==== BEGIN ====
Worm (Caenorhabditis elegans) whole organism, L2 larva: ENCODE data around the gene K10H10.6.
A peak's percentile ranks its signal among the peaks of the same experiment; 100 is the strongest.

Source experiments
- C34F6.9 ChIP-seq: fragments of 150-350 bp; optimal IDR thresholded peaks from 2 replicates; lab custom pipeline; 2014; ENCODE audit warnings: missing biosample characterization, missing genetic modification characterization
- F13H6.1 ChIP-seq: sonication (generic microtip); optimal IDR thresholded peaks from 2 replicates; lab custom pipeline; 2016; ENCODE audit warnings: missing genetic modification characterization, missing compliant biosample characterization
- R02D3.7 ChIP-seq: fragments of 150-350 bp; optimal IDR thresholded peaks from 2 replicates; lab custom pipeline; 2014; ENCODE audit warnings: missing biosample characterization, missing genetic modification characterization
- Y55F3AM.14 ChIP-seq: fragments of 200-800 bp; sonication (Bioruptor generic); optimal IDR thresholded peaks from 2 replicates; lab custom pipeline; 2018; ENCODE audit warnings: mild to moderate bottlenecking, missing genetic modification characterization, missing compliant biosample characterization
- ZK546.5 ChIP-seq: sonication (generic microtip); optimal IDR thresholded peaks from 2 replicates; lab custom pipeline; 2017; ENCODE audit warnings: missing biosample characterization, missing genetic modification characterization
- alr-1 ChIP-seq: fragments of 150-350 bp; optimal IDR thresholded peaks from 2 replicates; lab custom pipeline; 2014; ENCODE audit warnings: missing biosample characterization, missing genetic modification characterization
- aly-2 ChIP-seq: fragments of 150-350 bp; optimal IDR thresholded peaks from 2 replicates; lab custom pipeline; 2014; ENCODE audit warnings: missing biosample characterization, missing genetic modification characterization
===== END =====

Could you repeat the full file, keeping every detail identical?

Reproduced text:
Worm (Caenorhabditis elegans) whole organism, L2 larva: ENCODE data around the gene K10H10.6.
A peak's percentile ranks its signal among the peaks of the same experiment; 100 is the strongest.

Source experiments
- C34F6.9 ChIP-seq: fragments of 150-350 bp; optimal IDR thresholded peaks from 2 replicates; lab custom pipeline; 2014; ENCODE audit warnings: missing biosample characterization, missing genetic modification characterization
- F13H6.1 ChIP-seq: sonication (generic microtip); optimal IDR thresholded peaks from 2 replicates; lab custom pipeline; 2016; ENCODE audit warnings: missing genetic modification characterization, missing compliant biosample characterization
- R02D3.7 ChIP-seq: fragments of 150-350 bp; optimal IDR thresholded peaks from 2 replicates; lab custom pipeline; 2014; ENCODE audit warnings: missing biosample characterization, missing genetic modification characterization
- Y55F3AM.14 ChIP-seq: fragments of 200-800 bp; sonication (Bioruptor generic); optimal IDR thresholded peaks from 2 replicates; lab custom pipeline; 2018; ENCODE audit warnings: mild to moderate bottlenecking, missing genetic modification characterization, missing compliant biosample characterization
- ZK546.5 ChIP-seq: sonication (generic microtip); optimal IDR thresholded peaks from 2 replicates; lab custom pipeline; 2017; ENCODE audit warnings: missing biosample characterization, missing genetic modification characterization
- alr-1 ChIP-seq: fragments of 150-350 bp; optimal IDR thresholded peaks from 2 replicates; lab custom pipeline; 2014; ENCODE audit warnings: missing biosample characterization, missing genetic modification characterization
- aly-2 ChIP-seq: fragments of 150-350 bp; optimal IDR thresholded peaks from 2 replicates; lab custom pipeline; 2014; ENCODE audit warnings: missing biosample characterization, missing genetic modification characterization